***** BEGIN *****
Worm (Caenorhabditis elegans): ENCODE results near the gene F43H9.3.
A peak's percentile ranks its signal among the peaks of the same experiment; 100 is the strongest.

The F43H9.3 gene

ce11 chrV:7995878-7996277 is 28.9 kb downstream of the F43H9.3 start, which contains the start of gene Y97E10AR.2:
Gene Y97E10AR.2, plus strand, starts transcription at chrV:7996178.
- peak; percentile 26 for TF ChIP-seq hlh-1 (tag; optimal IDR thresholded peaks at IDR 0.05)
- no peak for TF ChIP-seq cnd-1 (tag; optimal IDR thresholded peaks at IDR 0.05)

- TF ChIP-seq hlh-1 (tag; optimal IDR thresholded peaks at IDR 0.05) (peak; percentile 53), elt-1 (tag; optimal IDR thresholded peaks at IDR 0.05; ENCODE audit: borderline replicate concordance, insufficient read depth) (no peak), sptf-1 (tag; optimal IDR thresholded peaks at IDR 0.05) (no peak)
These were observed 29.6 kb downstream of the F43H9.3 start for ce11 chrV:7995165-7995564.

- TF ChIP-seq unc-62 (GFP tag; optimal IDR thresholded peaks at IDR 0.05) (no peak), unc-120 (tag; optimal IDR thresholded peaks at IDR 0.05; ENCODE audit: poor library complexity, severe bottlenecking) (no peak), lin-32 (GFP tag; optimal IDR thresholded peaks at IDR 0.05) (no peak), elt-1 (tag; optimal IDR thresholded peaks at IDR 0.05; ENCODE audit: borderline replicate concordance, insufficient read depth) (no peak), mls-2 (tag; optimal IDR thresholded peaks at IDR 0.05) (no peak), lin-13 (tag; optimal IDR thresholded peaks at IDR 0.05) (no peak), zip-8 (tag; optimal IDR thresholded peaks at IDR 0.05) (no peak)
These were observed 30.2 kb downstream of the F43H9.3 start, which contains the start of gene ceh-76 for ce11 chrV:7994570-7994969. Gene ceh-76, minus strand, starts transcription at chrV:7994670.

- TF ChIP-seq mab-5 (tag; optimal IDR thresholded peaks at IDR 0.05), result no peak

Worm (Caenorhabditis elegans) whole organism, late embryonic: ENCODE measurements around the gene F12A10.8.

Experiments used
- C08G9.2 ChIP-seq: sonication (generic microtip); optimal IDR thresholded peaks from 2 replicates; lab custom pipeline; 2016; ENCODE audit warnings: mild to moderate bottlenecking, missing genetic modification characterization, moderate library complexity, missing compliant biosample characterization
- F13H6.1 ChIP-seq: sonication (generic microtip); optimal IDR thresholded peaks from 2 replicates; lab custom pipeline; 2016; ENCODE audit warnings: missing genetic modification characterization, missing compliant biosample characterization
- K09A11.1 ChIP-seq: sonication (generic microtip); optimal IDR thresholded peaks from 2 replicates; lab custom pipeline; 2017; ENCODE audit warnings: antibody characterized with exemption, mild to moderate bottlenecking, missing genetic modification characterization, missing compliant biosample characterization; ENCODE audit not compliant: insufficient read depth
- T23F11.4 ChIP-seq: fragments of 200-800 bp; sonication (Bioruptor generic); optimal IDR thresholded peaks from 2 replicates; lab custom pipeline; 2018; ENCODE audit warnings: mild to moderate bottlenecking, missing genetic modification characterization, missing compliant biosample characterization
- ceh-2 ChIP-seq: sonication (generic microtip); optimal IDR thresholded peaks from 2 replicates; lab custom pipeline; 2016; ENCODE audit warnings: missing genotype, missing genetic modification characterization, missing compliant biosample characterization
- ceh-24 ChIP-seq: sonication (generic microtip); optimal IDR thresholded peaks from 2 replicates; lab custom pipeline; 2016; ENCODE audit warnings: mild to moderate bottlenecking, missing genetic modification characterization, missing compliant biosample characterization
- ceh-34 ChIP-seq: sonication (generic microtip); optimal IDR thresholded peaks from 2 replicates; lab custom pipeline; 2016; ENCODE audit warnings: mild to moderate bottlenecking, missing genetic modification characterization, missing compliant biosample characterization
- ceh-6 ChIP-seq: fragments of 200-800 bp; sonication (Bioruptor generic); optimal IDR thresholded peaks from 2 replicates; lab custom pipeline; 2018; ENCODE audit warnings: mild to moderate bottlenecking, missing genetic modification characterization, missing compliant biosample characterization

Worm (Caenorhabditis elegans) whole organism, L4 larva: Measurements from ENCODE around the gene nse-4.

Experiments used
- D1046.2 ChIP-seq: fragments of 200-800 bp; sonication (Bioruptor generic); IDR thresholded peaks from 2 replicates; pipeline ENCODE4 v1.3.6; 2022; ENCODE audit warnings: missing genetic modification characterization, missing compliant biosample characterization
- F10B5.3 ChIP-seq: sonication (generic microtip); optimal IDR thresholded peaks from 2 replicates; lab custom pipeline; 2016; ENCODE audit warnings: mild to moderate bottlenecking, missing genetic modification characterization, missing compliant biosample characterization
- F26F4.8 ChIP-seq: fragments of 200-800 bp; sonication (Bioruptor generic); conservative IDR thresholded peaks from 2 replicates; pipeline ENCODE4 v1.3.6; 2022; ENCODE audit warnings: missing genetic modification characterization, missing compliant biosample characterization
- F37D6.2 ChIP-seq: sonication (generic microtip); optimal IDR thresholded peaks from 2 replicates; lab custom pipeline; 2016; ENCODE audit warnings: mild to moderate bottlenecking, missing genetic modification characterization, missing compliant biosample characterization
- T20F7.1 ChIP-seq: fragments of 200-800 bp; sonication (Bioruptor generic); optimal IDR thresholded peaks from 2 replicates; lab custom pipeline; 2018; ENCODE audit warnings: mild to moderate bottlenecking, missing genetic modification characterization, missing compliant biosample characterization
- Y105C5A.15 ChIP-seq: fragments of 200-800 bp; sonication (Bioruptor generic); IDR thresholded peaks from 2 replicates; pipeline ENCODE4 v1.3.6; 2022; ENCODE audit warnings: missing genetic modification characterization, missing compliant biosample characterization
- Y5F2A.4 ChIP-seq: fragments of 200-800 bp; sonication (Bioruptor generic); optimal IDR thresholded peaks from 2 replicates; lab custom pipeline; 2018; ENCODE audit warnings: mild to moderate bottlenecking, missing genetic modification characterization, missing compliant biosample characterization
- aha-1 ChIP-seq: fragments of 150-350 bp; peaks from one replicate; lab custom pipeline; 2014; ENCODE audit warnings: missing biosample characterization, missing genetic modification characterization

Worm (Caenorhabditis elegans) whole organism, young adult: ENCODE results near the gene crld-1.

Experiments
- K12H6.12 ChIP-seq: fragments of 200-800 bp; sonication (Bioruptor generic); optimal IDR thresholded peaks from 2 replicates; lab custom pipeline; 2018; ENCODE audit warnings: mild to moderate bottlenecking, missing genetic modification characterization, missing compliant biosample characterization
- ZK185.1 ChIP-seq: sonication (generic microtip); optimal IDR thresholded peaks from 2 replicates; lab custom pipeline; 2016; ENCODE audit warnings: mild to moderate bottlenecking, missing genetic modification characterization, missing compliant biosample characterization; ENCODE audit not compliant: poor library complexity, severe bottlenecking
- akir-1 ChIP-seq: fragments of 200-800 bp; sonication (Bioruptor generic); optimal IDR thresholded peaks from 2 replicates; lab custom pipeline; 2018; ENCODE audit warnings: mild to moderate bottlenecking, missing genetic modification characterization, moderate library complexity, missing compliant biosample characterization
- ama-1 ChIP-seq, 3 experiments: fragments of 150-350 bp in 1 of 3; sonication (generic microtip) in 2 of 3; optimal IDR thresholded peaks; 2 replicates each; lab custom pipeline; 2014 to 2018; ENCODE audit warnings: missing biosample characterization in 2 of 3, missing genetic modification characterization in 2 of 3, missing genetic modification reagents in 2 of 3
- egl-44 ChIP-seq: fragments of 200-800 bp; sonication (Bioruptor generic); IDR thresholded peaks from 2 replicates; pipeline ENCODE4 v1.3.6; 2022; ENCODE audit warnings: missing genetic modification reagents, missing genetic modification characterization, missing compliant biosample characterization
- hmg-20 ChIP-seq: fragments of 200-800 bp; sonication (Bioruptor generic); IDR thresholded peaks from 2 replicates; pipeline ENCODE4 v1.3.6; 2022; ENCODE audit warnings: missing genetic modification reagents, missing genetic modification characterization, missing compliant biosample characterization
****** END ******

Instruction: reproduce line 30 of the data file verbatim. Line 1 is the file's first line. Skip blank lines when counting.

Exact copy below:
- Y105C5A.15 ChIP-seq: fragments of 200-800 bp; sonication (Bioruptor generic); IDR thresholded peaks from 2 replicates; pipeline ENCODE4 v1.3.6; 2022; ENCODE audit warnings: missing genetic modification characterization, missing compliant biosample characterization